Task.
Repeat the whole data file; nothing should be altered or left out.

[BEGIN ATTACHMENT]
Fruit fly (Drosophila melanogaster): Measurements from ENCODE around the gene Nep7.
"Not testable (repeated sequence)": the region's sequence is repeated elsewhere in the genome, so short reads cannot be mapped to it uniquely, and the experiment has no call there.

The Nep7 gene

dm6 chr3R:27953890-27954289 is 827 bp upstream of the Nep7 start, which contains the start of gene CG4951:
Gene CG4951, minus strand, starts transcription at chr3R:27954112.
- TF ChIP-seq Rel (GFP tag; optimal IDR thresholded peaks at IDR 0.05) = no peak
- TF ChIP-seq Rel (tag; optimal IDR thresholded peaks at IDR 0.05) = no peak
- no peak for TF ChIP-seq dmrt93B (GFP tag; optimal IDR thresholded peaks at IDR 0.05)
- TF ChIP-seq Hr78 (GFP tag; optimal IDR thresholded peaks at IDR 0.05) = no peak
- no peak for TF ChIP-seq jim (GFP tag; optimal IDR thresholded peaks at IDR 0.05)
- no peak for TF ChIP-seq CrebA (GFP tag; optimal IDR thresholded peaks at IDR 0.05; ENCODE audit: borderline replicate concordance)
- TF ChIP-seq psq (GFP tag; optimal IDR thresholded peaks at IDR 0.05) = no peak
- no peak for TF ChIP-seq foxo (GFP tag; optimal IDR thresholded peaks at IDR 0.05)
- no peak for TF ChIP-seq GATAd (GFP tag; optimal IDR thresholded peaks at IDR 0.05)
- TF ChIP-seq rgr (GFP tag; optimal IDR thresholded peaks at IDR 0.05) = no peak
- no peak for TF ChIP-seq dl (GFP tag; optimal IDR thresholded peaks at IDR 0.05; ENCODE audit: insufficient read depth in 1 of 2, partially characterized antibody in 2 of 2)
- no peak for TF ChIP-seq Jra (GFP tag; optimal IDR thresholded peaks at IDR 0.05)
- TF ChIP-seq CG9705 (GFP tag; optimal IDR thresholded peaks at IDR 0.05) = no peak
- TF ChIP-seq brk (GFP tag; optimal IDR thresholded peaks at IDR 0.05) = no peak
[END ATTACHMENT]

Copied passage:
Fruit fly (Drosophila melanogaster): Measurements from ENCODE around the gene Nep7.
"Not testable (repeated sequence)": the region's sequence is repeated elsewhere in the genome, so short reads cannot be mapped to it uniquely, and the experiment has no call there.

The Nep7 gene

dm6 chr3R:27953890-27954289 is 827 bp upstream of the Nep7 start, which contains the start of gene CG4951:
Gene CG4951, minus strand, starts transcription at chr3R:27954112.
- TF ChIP-seq Rel (GFP tag; optimal IDR thresholded peaks at IDR 0.05) = no peak
- TF ChIP-seq Rel (tag; optimal IDR thresholded peaks at IDR 0.05) = no peak
- no peak for TF ChIP-seq dmrt93B (GFP tag; optimal IDR thresholded peaks at IDR 0.05)
- TF ChIP-seq Hr78 (GFP tag; optimal IDR thresholded peaks at IDR 0.05) = no peak
- no peak for TF ChIP-seq jim (GFP tag; optimal IDR thresholded peaks at IDR 0.05)
- no peak for TF ChIP-seq CrebA (GFP tag; optimal IDR thresholded peaks at IDR 0.05; ENCODE audit: borderline replicate concordance)
- TF ChIP-seq psq (GFP tag; optimal IDR thresholded peaks at IDR 0.05) = no peak
- no peak for TF ChIP-seq foxo (GFP tag; optimal IDR thresholded peaks at IDR 0.05)
- no peak for TF ChIP-seq GATAd (GFP tag; optimal IDR thresholded peaks at IDR 0.05)
- TF ChIP-seq rgr (GFP tag; optimal IDR thresholded peaks at IDR 0.05) = no peak
- no peak for TF ChIP-seq dl (GFP tag; optimal IDR thresholded peaks at IDR 0.05; ENCODE audit: insufficient read depth in 1 of 2, partially characterized antibody in 2 of 2)
- no peak for TF ChIP-seq Jra (GFP tag; optimal IDR thresholded peaks at IDR 0.05)
- TF ChIP-seq CG9705 (GFP tag; optimal IDR thresholded peaks at IDR 0.05) = no peak
- TF ChIP-seq brk (GFP tag; optimal IDR thresholded peaks at IDR 0.05) = no peak